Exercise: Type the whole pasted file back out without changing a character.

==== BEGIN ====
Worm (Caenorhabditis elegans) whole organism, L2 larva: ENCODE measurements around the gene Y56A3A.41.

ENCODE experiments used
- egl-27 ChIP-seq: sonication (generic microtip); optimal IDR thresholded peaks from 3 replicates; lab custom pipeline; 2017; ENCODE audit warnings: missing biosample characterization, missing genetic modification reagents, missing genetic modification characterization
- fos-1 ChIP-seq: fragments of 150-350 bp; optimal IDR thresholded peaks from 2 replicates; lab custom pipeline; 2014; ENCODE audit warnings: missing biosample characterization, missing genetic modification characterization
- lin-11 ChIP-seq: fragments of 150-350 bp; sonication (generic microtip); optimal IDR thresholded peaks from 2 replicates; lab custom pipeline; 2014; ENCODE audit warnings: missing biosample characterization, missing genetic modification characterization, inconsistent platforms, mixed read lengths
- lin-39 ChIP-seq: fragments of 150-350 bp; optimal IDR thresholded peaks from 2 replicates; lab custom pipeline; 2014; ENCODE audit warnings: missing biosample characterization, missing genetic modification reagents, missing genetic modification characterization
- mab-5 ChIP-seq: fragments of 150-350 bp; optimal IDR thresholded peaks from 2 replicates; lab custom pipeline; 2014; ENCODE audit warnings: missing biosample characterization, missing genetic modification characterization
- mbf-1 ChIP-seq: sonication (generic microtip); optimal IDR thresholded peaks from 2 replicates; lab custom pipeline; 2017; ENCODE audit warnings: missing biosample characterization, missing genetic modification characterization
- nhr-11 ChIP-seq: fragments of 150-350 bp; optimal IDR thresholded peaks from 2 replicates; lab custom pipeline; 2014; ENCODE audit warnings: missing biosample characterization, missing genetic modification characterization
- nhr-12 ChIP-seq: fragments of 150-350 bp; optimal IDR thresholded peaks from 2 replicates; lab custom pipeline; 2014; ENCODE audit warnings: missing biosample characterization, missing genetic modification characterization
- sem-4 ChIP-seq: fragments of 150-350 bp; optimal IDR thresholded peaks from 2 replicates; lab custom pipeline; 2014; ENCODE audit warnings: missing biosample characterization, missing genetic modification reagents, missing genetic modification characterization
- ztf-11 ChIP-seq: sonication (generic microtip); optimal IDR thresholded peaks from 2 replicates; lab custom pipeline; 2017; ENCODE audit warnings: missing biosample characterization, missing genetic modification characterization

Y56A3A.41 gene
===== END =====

Worm (Caenorhabditis elegans) whole organism, L2 larva: ENCODE measurements around the gene Y56A3A.41.

ENCODE experiments used
- egl-27 ChIP-seq: sonication (generic microtip); optimal IDR thresholded peaks from 3 replicates; lab custom pipeline; 2017; ENCODE audit warnings: missing biosample characterization, missing genetic modification reagents, missing genetic modification characterization
- fos-1 ChIP-seq: fragments of 150-350 bp; optimal IDR thresholded peaks from 2 replicates; lab custom pipeline; 2014; ENCODE audit warnings: missing biosample characterization, missing genetic modification characterization
- lin-11 ChIP-seq: fragments of 150-350 bp; sonication (generic microtip); optimal IDR thresholded peaks from 2 replicates; lab custom pipeline; 2014; ENCODE audit warnings: missing biosample characterization, missing genetic modification characterization, inconsistent platforms, mixed read lengths
- lin-39 ChIP-seq: fragments of 150-350 bp; optimal IDR thresholded peaks from 2 replicates; lab custom pipeline; 2014; ENCODE audit warnings: missing biosample characterization, missing genetic modification reagents, missing genetic modification characterization
- mab-5 ChIP-seq: fragments of 150-350 bp; optimal IDR thresholded peaks from 2 replicates; lab custom pipeline; 2014; ENCODE audit warnings: missing biosample characterization, missing genetic modification characterization
- mbf-1 ChIP-seq: sonication (generic microtip); optimal IDR thresholded peaks from 2 replicates; lab custom pipeline; 2017; ENCODE audit warnings: missing biosample characterization, missing genetic modification characterization
- nhr-11 ChIP-seq: fragments of 150-350 bp; optimal IDR thresholded peaks from 2 replicates; lab custom pipeline; 2014; ENCODE audit warnings: missing biosample characterization, missing genetic modification characterization
- nhr-12 ChIP-seq: fragments of 150-350 bp; optimal IDR thresholded peaks from 2 replicates; lab custom pipeline; 2014; ENCODE audit warnings: missing biosample characterization, missing genetic modification characterization
- sem-4 ChIP-seq: fragments of 150-350 bp; optimal IDR thresholded peaks from 2 replicates; lab custom pipeline; 2014; ENCODE audit warnings: missing biosample characterization, missing genetic modification reagents, missing genetic modification characterization
- ztf-11 ChIP-seq: sonication (generic microtip); optimal IDR thresholded peaks from 2 replicates; lab custom pipeline; 2017; ENCODE audit warnings: missing biosample characterization, missing genetic modification characterization

Y56A3A.41 gene